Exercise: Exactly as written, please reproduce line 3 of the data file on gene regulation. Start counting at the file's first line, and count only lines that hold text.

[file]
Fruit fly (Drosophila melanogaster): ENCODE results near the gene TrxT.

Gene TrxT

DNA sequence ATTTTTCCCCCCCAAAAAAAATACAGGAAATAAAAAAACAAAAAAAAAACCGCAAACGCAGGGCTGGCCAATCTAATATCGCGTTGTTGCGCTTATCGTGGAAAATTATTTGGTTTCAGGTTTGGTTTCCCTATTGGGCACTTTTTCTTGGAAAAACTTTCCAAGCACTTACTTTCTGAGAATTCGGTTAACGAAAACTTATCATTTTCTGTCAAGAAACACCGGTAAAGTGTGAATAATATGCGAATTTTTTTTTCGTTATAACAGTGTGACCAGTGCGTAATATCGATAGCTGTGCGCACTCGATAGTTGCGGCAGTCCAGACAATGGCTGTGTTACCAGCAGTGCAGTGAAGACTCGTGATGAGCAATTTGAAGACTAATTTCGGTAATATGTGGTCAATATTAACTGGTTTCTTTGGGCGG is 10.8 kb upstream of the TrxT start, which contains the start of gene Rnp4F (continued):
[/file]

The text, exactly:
DNA sequence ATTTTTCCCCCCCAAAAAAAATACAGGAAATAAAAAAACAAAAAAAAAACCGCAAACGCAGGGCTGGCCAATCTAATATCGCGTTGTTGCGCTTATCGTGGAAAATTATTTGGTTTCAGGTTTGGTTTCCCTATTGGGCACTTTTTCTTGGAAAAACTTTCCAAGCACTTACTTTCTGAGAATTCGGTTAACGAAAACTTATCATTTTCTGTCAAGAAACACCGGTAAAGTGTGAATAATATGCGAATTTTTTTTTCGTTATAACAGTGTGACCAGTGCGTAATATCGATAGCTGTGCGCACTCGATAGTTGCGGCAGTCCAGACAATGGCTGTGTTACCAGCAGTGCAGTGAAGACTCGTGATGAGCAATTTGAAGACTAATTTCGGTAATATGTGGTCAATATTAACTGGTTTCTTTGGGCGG is 10.8 kb upstream of the TrxT start, which contains the start of gene Rnp4F (continued):